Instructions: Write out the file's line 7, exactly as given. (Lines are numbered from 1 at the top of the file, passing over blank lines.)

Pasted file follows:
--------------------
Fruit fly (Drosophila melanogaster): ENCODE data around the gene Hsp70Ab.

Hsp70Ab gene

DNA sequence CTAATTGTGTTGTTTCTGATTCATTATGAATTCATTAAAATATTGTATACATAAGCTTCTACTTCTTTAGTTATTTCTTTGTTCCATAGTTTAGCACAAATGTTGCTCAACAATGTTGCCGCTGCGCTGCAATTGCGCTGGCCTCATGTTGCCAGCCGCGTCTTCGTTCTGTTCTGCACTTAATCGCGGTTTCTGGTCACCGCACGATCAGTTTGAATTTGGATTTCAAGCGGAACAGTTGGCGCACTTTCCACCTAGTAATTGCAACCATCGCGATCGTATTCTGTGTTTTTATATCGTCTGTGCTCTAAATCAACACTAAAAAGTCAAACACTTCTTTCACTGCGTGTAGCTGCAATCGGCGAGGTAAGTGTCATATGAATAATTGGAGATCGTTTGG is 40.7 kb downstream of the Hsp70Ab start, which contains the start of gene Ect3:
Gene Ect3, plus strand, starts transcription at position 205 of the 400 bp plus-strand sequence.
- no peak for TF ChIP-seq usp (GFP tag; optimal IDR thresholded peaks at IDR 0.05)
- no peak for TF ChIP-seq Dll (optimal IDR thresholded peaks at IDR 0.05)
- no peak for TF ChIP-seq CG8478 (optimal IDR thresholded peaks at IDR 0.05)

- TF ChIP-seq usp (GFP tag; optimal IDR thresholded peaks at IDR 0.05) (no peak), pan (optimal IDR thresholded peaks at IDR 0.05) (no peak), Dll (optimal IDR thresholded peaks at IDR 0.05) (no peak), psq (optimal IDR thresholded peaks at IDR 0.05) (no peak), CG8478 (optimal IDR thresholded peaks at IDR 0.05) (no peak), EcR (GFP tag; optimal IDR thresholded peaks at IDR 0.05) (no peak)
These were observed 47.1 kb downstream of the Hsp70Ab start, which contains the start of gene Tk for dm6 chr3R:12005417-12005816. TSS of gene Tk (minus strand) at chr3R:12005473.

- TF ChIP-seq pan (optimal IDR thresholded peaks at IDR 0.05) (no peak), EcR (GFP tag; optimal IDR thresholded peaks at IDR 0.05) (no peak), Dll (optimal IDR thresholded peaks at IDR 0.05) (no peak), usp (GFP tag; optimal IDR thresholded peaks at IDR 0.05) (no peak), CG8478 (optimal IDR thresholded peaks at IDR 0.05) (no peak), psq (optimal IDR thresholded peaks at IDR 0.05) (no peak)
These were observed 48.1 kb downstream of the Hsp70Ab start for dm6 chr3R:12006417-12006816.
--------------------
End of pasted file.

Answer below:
- no peak for TF ChIP-seq CG8478 (optimal IDR thresholded peaks at IDR 0.05)